Avoiding incendiary topics of conversation has become second nature for many Americans during these recent years of increasingly divisive political views and attitudes. A growing body of research describes a U.S. nation bitterly divided along political fault lines to the extent that our polarized attitudes create risk for the health of our democracy. On a more personal level, stories abound about friends becoming enemies and families falling apart over what can feel like irreconcilable opinions.
Against this politically charged backdrop, Rabbi Matthew D. Gewirtz’s new book, “To Build a Brave Space: The Making of a Spiritual First Responder,” may strike a chord with those of us who believe that a cohesive society is possible if we are willing to engage with each other to find common ground. The book serves, in part, a memoir of Rabbi Gewirtz’s journey toward leading Congregation B’nai Jeshurun, New Jersey’s largest synagogue, and, in part, an appeal to our sensibility of the importance of listening and learning, our understanding of how to find our way back to a calmer and more productive national state.
Rabbi Gewirtz opens his book with a preface describing his congregation’s multifaceted reaction to an act of protest he participated in with his family when opposing President Trump’s travel ban in January 2017. Because the ban was targeted at seven predominantly Muslim countries, many on the left labeled it as purely motivated by racism as opposed to the security concerns that the Trump Administration used to justify the action. By protesting the ban with his family, Rabbi Gewirtz believed he was “living” the Jewish value of standing up for the oppressed. Many members of his congregation saw it differently, however, and they began questioning his ability to serve their needs. Rabbi Gerwirtz describes this type of divided reaction as, unfortunately, becoming more of today’s norm.
“Brave Space” then delves into Rabbi Gewirtz’s past to analyze the development of his moral compass and political attitudes, which were largely shaped by his family and his experience coming of age in New York City during the 1970s and ‘80s. He mentions the Munich Massacre of Israeli athletes by terrorists at the 1972 Olympics as having made a deep impression on him. That event painfully illustrated to him, at a young age, that no matter how observant he chose to be in his life, the simple fact that he was Jewish could render him vulnerable. The book goes on to describe his path toward the rabbinate within the context of the political and social events of the times.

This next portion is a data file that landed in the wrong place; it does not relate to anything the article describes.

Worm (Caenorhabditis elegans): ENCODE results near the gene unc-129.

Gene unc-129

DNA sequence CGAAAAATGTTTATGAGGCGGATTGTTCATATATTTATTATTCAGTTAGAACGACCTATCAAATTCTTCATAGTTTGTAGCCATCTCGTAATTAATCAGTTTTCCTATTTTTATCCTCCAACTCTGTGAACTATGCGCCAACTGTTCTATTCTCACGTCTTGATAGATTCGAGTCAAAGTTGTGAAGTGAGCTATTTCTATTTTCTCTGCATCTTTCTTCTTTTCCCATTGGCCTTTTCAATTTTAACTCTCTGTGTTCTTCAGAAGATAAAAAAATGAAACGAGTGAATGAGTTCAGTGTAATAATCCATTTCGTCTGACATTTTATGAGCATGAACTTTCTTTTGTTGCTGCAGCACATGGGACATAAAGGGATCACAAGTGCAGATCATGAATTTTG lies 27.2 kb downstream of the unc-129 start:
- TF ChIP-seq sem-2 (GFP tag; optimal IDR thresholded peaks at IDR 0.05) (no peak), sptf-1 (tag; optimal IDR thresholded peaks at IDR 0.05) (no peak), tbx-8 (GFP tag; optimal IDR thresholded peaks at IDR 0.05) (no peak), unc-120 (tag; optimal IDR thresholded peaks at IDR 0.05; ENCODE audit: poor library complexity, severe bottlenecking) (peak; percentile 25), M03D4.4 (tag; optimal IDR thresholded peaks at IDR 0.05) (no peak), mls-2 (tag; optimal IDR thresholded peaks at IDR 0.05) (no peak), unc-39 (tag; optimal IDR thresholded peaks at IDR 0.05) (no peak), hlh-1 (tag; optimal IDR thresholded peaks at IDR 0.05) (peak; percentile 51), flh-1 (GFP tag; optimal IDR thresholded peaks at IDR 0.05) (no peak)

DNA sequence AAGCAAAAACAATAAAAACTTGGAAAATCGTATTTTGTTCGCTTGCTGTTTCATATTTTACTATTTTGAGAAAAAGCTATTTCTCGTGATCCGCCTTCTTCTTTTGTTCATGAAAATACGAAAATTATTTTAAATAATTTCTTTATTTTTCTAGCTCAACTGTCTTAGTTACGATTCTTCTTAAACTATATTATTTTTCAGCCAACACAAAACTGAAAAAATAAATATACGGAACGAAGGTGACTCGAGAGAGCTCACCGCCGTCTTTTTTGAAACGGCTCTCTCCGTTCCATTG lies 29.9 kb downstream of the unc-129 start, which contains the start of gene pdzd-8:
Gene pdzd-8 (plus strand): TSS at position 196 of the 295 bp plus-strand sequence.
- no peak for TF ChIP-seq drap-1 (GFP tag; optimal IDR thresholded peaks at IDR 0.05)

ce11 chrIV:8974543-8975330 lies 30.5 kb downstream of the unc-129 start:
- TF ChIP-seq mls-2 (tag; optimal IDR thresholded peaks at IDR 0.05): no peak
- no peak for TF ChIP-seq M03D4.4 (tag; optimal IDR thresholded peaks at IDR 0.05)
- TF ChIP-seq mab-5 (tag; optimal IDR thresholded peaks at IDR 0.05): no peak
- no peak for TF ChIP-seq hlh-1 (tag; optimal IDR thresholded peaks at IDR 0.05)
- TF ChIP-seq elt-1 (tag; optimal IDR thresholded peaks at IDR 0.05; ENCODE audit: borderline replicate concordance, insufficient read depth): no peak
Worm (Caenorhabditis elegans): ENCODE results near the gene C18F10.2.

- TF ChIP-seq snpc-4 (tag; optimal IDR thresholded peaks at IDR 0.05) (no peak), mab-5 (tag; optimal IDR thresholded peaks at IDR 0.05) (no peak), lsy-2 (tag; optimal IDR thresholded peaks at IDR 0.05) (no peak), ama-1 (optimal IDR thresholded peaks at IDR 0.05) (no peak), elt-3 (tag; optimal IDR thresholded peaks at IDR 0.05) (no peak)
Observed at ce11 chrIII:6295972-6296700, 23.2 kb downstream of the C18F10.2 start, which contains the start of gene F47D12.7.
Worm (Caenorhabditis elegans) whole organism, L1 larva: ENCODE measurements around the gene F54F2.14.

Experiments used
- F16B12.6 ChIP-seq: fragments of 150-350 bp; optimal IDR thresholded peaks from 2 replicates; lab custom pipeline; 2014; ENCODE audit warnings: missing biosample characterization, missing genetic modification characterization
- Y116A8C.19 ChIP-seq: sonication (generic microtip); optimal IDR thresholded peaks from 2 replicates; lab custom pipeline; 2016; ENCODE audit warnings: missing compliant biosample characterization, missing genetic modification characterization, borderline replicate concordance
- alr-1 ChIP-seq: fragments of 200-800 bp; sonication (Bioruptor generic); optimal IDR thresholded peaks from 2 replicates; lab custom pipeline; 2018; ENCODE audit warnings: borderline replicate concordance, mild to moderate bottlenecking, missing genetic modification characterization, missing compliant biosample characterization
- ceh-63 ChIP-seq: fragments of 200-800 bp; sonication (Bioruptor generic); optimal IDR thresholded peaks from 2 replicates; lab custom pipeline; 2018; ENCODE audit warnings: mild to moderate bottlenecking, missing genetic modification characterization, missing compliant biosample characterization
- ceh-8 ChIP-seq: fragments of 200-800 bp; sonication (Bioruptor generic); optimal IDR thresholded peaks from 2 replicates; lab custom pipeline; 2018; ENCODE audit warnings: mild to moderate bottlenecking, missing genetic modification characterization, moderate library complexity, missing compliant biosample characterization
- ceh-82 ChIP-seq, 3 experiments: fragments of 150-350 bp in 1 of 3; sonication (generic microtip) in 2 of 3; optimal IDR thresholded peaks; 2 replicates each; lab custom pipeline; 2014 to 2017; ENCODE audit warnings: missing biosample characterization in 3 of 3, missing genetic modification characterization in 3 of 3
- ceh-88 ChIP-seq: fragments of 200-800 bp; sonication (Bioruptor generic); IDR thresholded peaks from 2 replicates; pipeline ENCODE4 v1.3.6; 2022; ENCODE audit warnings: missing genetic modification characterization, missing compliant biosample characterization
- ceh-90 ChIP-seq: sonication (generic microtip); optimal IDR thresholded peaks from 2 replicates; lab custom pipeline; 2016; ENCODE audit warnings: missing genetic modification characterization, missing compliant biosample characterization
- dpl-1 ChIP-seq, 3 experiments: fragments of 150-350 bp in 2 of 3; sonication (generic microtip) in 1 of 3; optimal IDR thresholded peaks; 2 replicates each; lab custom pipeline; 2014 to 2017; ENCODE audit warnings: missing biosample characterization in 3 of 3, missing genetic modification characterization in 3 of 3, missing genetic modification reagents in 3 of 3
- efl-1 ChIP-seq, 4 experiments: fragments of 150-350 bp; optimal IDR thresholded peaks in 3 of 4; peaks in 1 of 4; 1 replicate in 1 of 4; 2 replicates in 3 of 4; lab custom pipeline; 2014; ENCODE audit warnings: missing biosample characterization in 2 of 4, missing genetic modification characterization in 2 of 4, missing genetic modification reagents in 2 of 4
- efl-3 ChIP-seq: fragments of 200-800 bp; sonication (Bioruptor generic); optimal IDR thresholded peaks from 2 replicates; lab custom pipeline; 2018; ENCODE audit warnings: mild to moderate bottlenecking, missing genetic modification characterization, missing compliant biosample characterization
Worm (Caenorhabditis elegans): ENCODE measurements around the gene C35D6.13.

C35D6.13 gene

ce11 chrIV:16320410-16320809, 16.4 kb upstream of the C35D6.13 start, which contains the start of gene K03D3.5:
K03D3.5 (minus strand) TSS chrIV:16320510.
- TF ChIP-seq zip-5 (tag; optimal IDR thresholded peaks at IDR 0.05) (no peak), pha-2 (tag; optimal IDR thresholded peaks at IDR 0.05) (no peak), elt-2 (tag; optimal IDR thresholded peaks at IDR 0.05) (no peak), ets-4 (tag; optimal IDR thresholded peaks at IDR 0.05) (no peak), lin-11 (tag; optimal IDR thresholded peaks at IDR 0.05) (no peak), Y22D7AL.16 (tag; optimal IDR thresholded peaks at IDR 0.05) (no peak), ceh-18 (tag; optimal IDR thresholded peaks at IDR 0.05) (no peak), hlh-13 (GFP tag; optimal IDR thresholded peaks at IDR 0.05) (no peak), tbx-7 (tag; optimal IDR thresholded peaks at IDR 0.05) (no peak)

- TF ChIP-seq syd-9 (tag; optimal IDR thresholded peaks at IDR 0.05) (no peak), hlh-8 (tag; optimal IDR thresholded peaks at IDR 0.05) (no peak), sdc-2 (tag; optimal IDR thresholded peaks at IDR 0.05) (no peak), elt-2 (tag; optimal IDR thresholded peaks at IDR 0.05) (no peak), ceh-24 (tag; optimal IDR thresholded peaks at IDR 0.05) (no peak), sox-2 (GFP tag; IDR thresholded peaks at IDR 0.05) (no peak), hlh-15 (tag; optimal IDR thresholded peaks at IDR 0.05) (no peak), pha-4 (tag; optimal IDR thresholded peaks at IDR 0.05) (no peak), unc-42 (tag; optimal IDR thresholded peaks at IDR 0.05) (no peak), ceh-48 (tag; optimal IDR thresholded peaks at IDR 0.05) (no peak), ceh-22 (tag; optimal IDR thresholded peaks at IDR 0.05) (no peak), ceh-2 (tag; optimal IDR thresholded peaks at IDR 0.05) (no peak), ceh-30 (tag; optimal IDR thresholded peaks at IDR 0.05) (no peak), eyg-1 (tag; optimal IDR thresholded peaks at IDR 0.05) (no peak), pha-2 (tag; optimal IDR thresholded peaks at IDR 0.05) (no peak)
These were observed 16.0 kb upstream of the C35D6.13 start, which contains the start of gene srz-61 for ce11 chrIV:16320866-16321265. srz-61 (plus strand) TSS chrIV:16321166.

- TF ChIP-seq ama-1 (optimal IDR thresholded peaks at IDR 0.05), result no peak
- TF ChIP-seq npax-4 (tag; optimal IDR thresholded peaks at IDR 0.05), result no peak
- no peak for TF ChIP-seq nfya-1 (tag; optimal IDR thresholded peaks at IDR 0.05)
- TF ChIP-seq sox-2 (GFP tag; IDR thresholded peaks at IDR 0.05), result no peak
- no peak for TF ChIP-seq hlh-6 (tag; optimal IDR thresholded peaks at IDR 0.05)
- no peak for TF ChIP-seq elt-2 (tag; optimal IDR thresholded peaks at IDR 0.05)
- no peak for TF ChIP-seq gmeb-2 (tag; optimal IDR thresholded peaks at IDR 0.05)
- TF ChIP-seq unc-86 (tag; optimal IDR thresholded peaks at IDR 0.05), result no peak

As a Jewish American of similar age to Rabbi Gewirtz, when reading the book I found myself reviewing the critical events of modern U.S. history and their impact on my own life’s trajectory. Like Rabbi Gewirtz, I began my career in New York City in the early 1990s. I was working in 2 World Trade Center (the south tower) at the time of the first terrorist bombing in February 1993. Although that first bombing caused nowhere near the devastation of 9/11, it was traumatic for me and undoubtedly contributed to my decision to leave New York for graduate school in Boston.
I was long gone and on maternity leave with my first child when both towers came down in 2001. This tragedy stranded my husband in San Francisco when the airports shut down in the wake of the attacks. In “Brave Space,” Rabbi Gewirtz recounts the harrowing 9/11 experience of his wife and his congregants when he was a young rabbi at a congregation on New York’s Upper West Side.
Unlike Rabbi Gewirtz, who was raised in Manhattan, I grew up as one of a few Jews in my hometown of Lexington, Kentucky. I was accustomed to being out of sync with my peers for many reasons, but back then in Kentucky, the disagreements were mostly quite friendly. I think I was less shocked by Trump’s election in 2016 than many of my more liberal-minded friends in the Northeast because of the beliefs and opinions I was exposed to as a kid.
As Rabbi Gewirtz describes in the book, he himself seemed surprised that so many of his congregants—despite being well-educated, good people brought up in Jewish households—held such divergent opinions when it came to politics. To his credit, Rabbi Gewirtz views good listening skills as critical to his role as a rabbi. He has clearly been working hard to listen and learn as part of his effort to bring to people together in spite of any differences of opinion.
Taking the idea of listening and learning a step further, Rabbi Gewirtz explains his view that religious leaders and organizations play an important role in orchestrating safe and illuminating conversations intended to bring us all back to the fundamental understanding that we are all human beings with more shared values than we think. That may seem hard to believe at times, but Rabbi Gewirtz closes his book with plenty of examples of productive discussions and encouraging results stemming from them. Let’s hope this work continues and is embraced far beyond his own congregation.
As a local leader in the global movement that is Hadassah, I am proud of the role my organization plays in facilitating medical care for more than one million people of all races, religions and nationalities each year. Building bridges to peace through medicine, something for which the Hadassah Medical Organization, Hadassah’s medical center in Israel, earned a Nobel Peace Prize nomination in 2005, and providing safe spaces for healing are more crucial than ever in today’s divided world.
Sara Mason Ader is a life member of Hadassah New England.
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